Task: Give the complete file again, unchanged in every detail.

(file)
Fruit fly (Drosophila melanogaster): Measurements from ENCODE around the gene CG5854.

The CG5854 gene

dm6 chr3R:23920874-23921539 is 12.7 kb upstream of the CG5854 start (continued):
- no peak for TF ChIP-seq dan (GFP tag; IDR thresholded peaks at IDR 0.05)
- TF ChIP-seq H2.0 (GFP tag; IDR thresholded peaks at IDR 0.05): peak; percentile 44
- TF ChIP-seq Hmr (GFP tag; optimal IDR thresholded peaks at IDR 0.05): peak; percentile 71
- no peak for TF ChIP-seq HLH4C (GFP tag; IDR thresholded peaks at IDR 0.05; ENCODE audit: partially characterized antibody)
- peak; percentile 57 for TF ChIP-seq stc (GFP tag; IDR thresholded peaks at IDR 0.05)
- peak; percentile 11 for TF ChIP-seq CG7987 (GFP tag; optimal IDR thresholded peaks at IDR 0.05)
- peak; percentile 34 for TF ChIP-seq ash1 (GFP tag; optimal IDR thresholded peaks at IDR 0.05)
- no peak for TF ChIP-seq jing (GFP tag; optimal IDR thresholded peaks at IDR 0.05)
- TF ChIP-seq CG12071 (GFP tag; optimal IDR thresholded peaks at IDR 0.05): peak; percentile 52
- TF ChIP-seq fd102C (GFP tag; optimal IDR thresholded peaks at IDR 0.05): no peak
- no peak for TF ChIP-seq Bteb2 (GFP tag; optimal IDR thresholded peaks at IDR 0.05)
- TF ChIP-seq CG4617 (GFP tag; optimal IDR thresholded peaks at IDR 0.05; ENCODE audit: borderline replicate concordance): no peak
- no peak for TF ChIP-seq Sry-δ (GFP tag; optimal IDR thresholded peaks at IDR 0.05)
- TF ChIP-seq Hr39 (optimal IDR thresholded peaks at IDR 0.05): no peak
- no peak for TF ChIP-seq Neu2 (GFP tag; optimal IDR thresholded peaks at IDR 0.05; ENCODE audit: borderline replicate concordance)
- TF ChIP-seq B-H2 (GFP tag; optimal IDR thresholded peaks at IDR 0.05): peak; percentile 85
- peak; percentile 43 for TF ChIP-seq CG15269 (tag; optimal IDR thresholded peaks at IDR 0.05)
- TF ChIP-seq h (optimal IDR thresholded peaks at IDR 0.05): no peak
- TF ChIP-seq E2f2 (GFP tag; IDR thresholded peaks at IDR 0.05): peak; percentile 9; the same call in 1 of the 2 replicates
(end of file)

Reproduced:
Fruit fly (Drosophila melanogaster): Measurements from ENCODE around the gene CG5854.

The CG5854 gene

dm6 chr3R:23920874-23921539 is 12.7 kb upstream of the CG5854 start (continued):
- no peak for TF ChIP-seq dan (GFP tag; IDR thresholded peaks at IDR 0.05)
- TF ChIP-seq H2.0 (GFP tag; IDR thresholded peaks at IDR 0.05): peak; percentile 44
- TF ChIP-seq Hmr (GFP tag; optimal IDR thresholded peaks at IDR 0.05): peak; percentile 71
- no peak for TF ChIP-seq HLH4C (GFP tag; IDR thresholded peaks at IDR 0.05; ENCODE audit: partially characterized antibody)
- peak; percentile 57 for TF ChIP-seq stc (GFP tag; IDR thresholded peaks at IDR 0.05)
- peak; percentile 11 for TF ChIP-seq CG7987 (GFP tag; optimal IDR thresholded peaks at IDR 0.05)
- peak; percentile 34 for TF ChIP-seq ash1 (GFP tag; optimal IDR thresholded peaks at IDR 0.05)
- no peak for TF ChIP-seq jing (GFP tag; optimal IDR thresholded peaks at IDR 0.05)
- TF ChIP-seq CG12071 (GFP tag; optimal IDR thresholded peaks at IDR 0.05): peak; percentile 52
- TF ChIP-seq fd102C (GFP tag; optimal IDR thresholded peaks at IDR 0.05): no peak
- no peak for TF ChIP-seq Bteb2 (GFP tag; optimal IDR thresholded peaks at IDR 0.05)
- TF ChIP-seq CG4617 (GFP tag; optimal IDR thresholded peaks at IDR 0.05; ENCODE audit: borderline replicate concordance): no peak
- no peak for TF ChIP-seq Sry-δ (GFP tag; optimal IDR thresholded peaks at IDR 0.05)
- TF ChIP-seq Hr39 (optimal IDR thresholded peaks at IDR 0.05): no peak
- no peak for TF ChIP-seq Neu2 (GFP tag; optimal IDR thresholded peaks at IDR 0.05; ENCODE audit: borderline replicate concordance)
- TF ChIP-seq B-H2 (GFP tag; optimal IDR thresholded peaks at IDR 0.05): peak; percentile 85
- peak; percentile 43 for TF ChIP-seq CG15269 (tag; optimal IDR thresholded peaks at IDR 0.05)
- TF ChIP-seq h (optimal IDR thresholded peaks at IDR 0.05): no peak
- TF ChIP-seq E2f2 (GFP tag; IDR thresholded peaks at IDR 0.05): peak; percentile 9; the same call in 1 of the 2 replicates